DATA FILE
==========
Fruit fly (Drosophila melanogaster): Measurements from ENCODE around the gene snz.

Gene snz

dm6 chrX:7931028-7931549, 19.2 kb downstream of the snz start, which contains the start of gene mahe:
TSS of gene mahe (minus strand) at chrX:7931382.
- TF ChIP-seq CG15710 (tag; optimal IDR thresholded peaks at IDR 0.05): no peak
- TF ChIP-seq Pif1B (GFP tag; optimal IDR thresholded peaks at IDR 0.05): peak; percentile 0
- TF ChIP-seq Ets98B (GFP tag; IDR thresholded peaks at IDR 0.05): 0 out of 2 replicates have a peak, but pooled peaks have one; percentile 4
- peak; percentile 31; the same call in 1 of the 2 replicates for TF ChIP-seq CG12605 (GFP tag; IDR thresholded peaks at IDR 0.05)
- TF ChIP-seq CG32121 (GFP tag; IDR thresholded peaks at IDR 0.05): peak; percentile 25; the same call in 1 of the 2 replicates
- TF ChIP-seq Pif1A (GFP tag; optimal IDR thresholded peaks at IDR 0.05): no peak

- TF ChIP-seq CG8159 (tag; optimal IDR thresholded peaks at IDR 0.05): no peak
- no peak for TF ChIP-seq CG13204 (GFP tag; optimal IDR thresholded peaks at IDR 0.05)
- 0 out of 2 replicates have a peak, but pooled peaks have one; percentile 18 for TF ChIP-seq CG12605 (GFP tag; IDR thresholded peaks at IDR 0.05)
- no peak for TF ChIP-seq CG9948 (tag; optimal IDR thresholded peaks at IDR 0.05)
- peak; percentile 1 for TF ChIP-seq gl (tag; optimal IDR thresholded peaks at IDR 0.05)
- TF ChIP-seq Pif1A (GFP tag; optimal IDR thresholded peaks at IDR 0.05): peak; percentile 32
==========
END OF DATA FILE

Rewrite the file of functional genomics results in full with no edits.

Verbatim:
Fruit fly (Drosophila melanogaster): Measurements from ENCODE around the gene snz.

Gene snz

dm6 chrX:7931028-7931549, 19.2 kb downstream of the snz start, which contains the start of gene mahe:
TSS of gene mahe (minus strand) at chrX:7931382.
- TF ChIP-seq CG15710 (tag; optimal IDR thresholded peaks at IDR 0.05): no peak
- TF ChIP-seq Pif1B (GFP tag; optimal IDR thresholded peaks at IDR 0.05): peak; percentile 0
- TF ChIP-seq Ets98B (GFP tag; IDR thresholded peaks at IDR 0.05): 0 out of 2 replicates have a peak, but pooled peaks have one; percentile 4
- peak; percentile 31; the same call in 1 of the 2 replicates for TF ChIP-seq CG12605 (GFP tag; IDR thresholded peaks at IDR 0.05)
- TF ChIP-seq CG32121 (GFP tag; IDR thresholded peaks at IDR 0.05): peak; percentile 25; the same call in 1 of the 2 replicates
- TF ChIP-seq Pif1A (GFP tag; optimal IDR thresholded peaks at IDR 0.05): no peak

- TF ChIP-seq CG8159 (tag; optimal IDR thresholded peaks at IDR 0.05): no peak
- no peak for TF ChIP-seq CG13204 (GFP tag; optimal IDR thresholded peaks at IDR 0.05)
- 0 out of 2 replicates have a peak, but pooled peaks have one; percentile 18 for TF ChIP-seq CG12605 (GFP tag; IDR thresholded peaks at IDR 0.05)
- no peak for TF ChIP-seq CG9948 (tag; optimal IDR thresholded peaks at IDR 0.05)
- peak; percentile 1 for TF ChIP-seq gl (tag; optimal IDR thresholded peaks at IDR 0.05)
- TF ChIP-seq Pif1A (GFP tag; optimal IDR thresholded peaks at IDR 0.05): peak; percentile 32